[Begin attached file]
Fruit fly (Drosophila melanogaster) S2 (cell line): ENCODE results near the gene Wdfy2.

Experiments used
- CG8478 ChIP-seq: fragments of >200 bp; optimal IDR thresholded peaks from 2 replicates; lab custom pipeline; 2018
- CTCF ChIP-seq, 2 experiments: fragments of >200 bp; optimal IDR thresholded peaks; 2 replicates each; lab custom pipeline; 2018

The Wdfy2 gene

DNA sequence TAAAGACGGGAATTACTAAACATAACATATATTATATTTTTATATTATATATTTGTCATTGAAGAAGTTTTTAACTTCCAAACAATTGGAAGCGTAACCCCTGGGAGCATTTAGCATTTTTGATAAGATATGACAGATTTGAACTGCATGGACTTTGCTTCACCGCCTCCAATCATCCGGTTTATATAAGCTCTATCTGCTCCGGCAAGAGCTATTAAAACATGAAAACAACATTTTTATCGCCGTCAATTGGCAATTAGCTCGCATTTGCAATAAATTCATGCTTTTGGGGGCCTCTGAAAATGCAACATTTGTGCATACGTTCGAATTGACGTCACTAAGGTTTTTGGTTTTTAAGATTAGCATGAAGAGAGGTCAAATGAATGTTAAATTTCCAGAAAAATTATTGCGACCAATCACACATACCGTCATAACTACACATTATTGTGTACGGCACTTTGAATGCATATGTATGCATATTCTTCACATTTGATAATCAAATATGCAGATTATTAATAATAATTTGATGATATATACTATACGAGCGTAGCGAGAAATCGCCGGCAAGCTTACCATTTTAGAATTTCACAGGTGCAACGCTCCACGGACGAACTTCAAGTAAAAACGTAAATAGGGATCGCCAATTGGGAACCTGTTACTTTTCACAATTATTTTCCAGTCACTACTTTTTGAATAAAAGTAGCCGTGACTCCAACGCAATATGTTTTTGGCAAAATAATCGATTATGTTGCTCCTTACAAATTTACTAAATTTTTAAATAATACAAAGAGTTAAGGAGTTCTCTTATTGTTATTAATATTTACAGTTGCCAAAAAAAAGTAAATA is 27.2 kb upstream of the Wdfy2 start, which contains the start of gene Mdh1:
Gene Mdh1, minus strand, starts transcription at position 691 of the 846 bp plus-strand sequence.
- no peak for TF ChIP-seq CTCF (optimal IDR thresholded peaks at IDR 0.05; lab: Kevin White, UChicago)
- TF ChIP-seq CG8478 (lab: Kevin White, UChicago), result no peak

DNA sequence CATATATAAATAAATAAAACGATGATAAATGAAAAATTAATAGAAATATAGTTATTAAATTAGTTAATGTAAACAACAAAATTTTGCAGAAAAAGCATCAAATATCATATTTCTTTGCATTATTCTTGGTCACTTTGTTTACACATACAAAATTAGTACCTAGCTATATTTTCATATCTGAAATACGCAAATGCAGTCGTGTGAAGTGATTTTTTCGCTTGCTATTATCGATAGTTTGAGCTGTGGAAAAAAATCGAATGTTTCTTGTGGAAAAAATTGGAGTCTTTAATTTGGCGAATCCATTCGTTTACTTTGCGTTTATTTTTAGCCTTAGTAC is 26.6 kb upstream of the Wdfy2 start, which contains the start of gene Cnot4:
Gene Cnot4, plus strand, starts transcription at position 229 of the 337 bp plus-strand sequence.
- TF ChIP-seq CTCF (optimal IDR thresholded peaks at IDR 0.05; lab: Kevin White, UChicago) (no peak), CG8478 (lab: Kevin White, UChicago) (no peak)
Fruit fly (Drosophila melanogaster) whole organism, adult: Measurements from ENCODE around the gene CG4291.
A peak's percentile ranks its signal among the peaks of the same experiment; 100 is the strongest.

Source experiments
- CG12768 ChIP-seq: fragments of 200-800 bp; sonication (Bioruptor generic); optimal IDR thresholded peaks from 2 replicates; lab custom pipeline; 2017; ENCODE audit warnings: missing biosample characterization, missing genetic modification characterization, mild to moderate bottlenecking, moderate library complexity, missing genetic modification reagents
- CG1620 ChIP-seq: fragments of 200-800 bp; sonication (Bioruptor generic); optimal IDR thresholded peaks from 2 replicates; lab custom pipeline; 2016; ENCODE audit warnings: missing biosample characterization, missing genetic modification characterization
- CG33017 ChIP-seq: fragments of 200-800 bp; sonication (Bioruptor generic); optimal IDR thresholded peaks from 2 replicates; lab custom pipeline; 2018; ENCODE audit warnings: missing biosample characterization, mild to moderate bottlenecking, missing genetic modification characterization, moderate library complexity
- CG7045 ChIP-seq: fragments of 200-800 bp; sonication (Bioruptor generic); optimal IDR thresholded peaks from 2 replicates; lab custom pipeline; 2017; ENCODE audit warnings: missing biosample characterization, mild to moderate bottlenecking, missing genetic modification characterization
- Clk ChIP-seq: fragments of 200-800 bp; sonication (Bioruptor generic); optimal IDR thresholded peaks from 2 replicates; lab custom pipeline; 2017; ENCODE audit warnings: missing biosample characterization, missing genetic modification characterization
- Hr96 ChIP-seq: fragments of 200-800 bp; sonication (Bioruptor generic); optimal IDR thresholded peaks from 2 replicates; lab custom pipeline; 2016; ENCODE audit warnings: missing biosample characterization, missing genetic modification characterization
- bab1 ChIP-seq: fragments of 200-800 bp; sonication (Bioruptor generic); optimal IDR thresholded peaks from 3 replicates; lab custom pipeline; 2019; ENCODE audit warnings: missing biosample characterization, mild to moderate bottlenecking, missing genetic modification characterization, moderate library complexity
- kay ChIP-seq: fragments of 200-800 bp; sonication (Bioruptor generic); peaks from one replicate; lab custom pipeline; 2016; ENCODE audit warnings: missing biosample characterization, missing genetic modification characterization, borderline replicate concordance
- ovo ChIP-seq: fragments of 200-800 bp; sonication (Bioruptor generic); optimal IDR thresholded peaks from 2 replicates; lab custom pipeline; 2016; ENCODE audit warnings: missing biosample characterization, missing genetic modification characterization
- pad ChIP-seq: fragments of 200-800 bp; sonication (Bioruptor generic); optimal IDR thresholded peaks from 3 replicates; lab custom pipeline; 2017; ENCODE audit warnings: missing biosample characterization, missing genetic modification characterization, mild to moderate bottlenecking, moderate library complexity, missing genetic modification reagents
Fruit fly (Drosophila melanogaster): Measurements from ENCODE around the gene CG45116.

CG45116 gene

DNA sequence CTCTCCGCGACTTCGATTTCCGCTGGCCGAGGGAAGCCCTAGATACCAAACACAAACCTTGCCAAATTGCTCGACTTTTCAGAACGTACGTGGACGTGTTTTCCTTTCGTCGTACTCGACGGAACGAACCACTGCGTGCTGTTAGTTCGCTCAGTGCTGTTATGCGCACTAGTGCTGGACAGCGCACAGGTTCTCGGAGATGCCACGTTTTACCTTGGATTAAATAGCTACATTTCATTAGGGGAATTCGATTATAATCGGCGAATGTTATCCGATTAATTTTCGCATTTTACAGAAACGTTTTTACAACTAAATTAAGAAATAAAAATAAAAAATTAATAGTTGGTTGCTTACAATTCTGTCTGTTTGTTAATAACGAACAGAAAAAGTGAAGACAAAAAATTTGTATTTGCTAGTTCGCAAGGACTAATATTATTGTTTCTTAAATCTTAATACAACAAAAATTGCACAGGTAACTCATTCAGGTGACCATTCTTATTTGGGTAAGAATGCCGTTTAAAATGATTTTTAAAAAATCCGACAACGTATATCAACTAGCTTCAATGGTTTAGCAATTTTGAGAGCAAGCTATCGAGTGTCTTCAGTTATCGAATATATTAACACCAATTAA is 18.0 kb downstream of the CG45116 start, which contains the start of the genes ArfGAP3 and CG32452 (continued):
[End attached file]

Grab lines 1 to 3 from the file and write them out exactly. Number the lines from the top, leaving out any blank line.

Fruit fly (Drosophila melanogaster) S2 (cell line): ENCODE results near the gene Wdfy2.

Experiments used
- CG8478 ChIP-seq: fragments of >200 bp; optimal IDR thresholded peaks from 2 replicates; lab custom pipeline; 2018